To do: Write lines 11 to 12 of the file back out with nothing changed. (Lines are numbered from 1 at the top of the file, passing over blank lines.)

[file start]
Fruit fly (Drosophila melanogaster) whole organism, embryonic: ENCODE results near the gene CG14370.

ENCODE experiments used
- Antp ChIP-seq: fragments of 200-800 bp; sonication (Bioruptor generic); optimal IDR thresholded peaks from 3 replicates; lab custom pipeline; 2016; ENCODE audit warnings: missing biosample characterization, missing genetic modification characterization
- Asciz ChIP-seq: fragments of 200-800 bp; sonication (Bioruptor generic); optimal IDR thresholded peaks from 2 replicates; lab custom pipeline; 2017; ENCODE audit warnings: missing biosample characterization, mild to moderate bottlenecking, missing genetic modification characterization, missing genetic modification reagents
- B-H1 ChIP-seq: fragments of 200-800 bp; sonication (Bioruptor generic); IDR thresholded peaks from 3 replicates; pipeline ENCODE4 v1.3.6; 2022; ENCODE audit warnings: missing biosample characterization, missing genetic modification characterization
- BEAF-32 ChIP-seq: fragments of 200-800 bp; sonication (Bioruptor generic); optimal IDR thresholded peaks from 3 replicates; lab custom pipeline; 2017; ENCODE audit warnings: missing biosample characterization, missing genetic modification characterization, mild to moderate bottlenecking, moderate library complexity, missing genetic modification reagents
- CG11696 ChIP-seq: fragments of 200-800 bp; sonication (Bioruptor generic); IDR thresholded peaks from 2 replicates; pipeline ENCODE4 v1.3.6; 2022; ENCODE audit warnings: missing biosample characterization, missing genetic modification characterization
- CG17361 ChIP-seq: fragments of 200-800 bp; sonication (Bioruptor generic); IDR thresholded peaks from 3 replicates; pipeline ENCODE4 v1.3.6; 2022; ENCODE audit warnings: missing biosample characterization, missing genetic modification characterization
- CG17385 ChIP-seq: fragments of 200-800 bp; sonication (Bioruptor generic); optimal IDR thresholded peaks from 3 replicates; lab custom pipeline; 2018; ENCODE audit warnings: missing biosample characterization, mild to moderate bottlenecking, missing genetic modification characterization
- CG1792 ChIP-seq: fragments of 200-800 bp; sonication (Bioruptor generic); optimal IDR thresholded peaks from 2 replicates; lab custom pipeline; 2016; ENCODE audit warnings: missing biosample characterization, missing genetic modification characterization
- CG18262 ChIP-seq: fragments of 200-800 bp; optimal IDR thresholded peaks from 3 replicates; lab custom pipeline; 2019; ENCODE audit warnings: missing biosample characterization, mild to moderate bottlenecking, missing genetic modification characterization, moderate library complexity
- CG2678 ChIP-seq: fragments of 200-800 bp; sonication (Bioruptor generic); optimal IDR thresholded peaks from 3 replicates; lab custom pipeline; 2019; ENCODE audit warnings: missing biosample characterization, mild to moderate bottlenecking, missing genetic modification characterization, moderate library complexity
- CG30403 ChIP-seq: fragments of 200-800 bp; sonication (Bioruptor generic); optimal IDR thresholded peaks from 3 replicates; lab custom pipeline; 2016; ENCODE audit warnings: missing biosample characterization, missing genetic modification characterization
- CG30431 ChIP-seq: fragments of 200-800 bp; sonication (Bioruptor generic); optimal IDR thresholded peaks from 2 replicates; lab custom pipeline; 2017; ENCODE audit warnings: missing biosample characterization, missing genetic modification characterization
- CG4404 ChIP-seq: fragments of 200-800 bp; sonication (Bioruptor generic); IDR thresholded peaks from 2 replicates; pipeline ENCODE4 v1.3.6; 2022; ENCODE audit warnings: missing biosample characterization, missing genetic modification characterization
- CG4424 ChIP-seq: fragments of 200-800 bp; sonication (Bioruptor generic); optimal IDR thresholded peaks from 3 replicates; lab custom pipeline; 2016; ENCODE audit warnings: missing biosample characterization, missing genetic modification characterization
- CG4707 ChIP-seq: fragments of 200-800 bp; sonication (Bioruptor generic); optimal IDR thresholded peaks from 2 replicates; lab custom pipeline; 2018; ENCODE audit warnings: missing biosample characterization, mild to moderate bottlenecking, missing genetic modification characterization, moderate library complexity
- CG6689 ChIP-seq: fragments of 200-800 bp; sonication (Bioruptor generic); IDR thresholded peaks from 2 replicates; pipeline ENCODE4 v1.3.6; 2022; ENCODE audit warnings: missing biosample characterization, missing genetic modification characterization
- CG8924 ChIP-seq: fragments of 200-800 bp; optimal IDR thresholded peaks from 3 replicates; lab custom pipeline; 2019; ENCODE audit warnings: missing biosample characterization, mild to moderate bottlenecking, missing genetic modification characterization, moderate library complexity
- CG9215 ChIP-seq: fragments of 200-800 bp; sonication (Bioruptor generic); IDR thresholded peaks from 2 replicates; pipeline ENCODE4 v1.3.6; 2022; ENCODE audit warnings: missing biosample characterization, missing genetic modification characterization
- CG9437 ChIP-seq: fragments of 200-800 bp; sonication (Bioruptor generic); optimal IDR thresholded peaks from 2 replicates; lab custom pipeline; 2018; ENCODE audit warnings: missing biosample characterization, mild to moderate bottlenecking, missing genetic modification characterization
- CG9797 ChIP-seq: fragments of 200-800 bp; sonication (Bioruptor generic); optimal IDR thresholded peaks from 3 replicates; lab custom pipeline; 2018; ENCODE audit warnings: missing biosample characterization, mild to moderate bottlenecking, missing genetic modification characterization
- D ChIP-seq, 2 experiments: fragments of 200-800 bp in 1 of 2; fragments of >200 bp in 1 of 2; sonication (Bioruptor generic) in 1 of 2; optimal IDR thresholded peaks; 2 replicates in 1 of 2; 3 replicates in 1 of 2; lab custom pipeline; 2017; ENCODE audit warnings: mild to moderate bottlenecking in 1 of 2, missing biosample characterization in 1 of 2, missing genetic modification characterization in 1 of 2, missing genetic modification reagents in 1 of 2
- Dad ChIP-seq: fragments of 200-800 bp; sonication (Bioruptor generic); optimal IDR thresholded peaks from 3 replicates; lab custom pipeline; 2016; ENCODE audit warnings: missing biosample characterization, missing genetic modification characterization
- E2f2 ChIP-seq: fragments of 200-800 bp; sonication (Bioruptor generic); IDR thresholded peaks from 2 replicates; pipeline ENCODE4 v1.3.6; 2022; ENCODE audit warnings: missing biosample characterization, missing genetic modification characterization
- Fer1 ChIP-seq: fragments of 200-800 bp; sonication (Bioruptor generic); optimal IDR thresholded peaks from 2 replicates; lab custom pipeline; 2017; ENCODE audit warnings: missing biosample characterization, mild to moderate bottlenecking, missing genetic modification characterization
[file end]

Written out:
- CG18262 ChIP-seq: fragments of 200-800 bp; optimal IDR thresholded peaks from 3 replicates; lab custom pipeline; 2019; ENCODE audit warnings: missing biosample characterization, mild to moderate bottlenecking, missing genetic modification characterization, moderate library complexity
- CG2678 ChIP-seq: fragments of 200-800 bp; sonication (Bioruptor generic); optimal IDR thresholded peaks from 3 replicates; lab custom pipeline; 2019; ENCODE audit warnings: missing biosample characterization, mild to moderate bottlenecking, missing genetic modification characterization, moderate library complexity